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CUSTOMS (PROHIBITED IMPORTS) REGULATIONS (AMENDMENT) 1991 NO. 248EXPLANATORY STATEMENT
STATUTORY RULES 1991 No. 248
CUSTOMS ACT 1901
ISSUED BY THE AUTHORITY OF THE MINISTER OF STATE FOR SMALL BUSINESS AND CUSTOMS
CUSTOMS (PROHIBITED IMPORTS) REGULATIONS (AMENDMENT)
Section 50 of the Customs Act 1901 provides in part that:
"1) The Governor-General may, by regulation, prohibit the importation of goods into Australia.
2) The power conferred by the last preceding sub-section may be exercised - ...(c) by prohibiting the importation of goods unless specified conditions or restrictions are complied with.
3) Without limiting the generality of paragraph (2)(c), the Regulations - ...(a) may provide that the importation of the goods is prohibited unless a licence, permission, consent or approval to import the goods or a class of goods in which the goods are included has been granted as prescribed by the regulations; and ..."
The Customs (Prohibited Imports) Regulations ("the Regulations") control the importation of the goods specified in the various Regulations or the Schedules to the Regulations, by prohibiting importation absolutely, or making importation subject to the permission of a Minister of State or a specified person.
The Statutory Rules contain several amendments to the Regulations which:
i) remove import controls on filled milk;
ii) amend the sanctions regime against Iraq in line with current international measures and ensure consistency between import and export controls directed at Iraq; and
iii) amend the import controls on firearms to take account of commentary by the Senate Standing Committee on Regulations and Ordinances, and to add a substantive new category of firearm which is to be exempt from the absolute import prohibition.
i) Removal of Import Controls on Filled Milk
The importation of 'filled milk' is presently controlled by Item 8A of Schedule 3 of the Regulations. Filled milk, which is defined in Item 8A, may only be imported if the importer produces to the Collector a permission in writing of the Minister of State for Primary Industries and Energy.
The importation of filled milk was the subject of Report No. 424 of the Industries Assistance Commission in its 'Food Processing and Beverages Industries Inquiry' which has been accepted. The Statutory rules omit Item 8A and remove the controls in subregulation 6.3.
ii) Amendment of Trade Sanctions against Iraq
Under the present controls over the importation of goods from Iraq, regulation 4QA prohibits the importation of goods from Iraq, goods of Iraqi origin and goods the Minister certifies he has reasonable grounds for believing are from Iraq or of Iraqi origin, unless the permission in writing of the Minister is first obtained. The Minister's permission must only be granted, however, consistently with Australia's international obligations, which includes United Nations Security Council Resolutions.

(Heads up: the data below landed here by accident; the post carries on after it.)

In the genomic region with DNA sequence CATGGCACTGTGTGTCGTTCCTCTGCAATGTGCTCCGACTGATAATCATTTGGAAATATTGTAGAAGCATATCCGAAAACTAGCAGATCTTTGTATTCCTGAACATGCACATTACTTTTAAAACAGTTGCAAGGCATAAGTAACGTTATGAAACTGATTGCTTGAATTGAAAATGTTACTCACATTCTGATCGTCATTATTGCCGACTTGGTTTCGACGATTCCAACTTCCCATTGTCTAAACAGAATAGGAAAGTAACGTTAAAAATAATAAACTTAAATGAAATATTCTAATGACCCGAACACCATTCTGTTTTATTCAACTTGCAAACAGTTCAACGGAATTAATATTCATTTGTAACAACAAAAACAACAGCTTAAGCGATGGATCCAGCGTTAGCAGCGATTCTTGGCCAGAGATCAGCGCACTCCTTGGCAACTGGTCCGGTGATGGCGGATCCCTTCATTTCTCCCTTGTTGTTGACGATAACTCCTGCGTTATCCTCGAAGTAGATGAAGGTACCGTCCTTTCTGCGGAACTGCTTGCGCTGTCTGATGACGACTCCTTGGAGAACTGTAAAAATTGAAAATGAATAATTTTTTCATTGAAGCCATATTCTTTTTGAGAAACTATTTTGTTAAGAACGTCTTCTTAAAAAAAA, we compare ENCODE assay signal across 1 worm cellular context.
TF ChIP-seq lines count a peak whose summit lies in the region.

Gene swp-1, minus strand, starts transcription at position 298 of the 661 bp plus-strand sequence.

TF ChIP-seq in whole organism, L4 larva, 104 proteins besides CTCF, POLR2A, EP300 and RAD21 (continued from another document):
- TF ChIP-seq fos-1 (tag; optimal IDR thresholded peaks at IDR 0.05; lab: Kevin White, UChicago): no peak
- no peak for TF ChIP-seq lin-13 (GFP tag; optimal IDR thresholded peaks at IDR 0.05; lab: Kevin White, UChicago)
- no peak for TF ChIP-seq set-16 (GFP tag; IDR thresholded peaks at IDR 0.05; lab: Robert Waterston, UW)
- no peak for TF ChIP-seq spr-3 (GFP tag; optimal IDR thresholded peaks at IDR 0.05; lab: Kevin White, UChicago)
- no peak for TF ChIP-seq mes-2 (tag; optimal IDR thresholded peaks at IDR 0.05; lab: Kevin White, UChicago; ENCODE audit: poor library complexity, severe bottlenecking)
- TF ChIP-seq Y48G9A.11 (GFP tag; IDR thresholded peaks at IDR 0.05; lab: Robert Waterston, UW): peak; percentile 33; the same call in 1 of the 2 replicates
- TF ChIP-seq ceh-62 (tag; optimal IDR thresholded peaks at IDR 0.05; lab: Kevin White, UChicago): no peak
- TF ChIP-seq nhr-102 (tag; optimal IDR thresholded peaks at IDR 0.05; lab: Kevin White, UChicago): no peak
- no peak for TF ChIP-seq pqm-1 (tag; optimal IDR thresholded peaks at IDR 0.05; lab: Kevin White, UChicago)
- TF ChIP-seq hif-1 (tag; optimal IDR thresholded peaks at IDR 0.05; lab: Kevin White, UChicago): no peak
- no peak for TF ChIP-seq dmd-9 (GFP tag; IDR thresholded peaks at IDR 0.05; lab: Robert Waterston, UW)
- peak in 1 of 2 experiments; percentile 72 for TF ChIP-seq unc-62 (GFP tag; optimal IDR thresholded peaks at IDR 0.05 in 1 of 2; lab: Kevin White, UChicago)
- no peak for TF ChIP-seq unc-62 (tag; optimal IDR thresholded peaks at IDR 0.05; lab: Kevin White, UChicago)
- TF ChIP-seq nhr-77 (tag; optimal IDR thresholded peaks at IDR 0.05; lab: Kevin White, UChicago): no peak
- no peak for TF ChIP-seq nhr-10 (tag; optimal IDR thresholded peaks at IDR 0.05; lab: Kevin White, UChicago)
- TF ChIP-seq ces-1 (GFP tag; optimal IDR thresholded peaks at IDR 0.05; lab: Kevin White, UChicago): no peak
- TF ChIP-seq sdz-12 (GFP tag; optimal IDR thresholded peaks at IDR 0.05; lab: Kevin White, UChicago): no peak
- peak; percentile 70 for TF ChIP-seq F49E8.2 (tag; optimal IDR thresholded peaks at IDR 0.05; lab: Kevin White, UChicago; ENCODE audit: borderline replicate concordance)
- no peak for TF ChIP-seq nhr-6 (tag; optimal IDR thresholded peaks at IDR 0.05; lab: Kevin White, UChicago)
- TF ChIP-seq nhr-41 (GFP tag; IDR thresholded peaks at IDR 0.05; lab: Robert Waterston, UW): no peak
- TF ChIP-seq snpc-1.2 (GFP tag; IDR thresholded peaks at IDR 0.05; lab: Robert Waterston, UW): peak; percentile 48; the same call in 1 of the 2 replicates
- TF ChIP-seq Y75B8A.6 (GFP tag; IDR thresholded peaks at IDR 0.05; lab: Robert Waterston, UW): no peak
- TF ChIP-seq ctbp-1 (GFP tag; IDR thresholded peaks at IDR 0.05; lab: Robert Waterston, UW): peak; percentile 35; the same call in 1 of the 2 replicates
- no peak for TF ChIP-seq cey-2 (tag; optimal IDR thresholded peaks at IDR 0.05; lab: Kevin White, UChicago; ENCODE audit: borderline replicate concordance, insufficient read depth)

The amendments effect a minor technical amendment to the existing sanctions regime, to effectively dispense with the requirement to name the particular United Nations Security Council Resolutions concerning sanctions measures against Iraq. Amendments to overcome similar concerns in respect of export sanctions were introduced into the Customs (Prohibited Exports) Regulations by Statutory Rules 1991 No. 118, and the amendment in Regulation 4 will ensure consistency of controls over all trade with Iraq.
iii) Amendment to Firearms Controls
The controls under the Regulations over the importation of firearms were the subject of substantive amendment by Statutory Rule 460 of 1990, which commenced on 21 December 1990. Those Statutory Rules amended the Regulations by prohibiting absolutely the importation of all firearms, including military style weapons and copies of such weapons, other than specified exempt firearms.
One of the categories of exempt firearms was that provided for in paragraph 2(1)(b), being:
b) a handgun in respect of which the importer produces to a Collector, at or before importation, a statement in an approved form issued by or on behalf of:
i) the Commissioner of the Australian Federal Police; or
ii) the Commissioner, or Chief Commissioner, of the police force of a State or Territory;
to the effect that that police force has no objection to the importation by the importer of that firearm;"
This provision in particular was the subject of a motion of disallowance moved by the Chair of the Senate Standing Committee on Regulation and Ordinances last Sittings (Autumn 1991). The Committee was concerned that this provision vested an unlimited and unreviewable discretion to determine the limits to the prohibition in Police Commissioners who are not Commonwealth officials. The Committee's concern was that the provision operated on the subjective objection to the importation of the firearm which may be taken by a Commissioner, with no criteria to guide or limit that discretion.
The Minister for Small Business and Customs accepted the Committee's concerns and undertook to amend the Regulations to limit the statement by the relevant Police Commissioner to a mere statement of fact as to whether or not the importer holds a licence or authorisation to possess the handgun in the relevant jurisdiction into which it is to be imported.
The amendments in subregulation 2.1 will operate to clarify the definition of "exempt firearms" in respect of hand guns on the basis of the Minister's undertaking, and thereby remove the objectionable unlimited discretion vested in officials.